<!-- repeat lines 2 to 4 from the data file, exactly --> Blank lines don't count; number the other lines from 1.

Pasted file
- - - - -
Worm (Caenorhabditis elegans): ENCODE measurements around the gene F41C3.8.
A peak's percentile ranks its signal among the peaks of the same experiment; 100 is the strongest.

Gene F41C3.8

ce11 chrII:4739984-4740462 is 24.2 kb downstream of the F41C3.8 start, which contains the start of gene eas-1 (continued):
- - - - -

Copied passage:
A peak's percentile ranks its signal among the peaks of the same experiment; 100 is the strongest.

Gene F41C3.8

ce11 chrII:4739984-4740462 is 24.2 kb downstream of the F41C3.8 start, which contains the start of gene eas-1 (continued):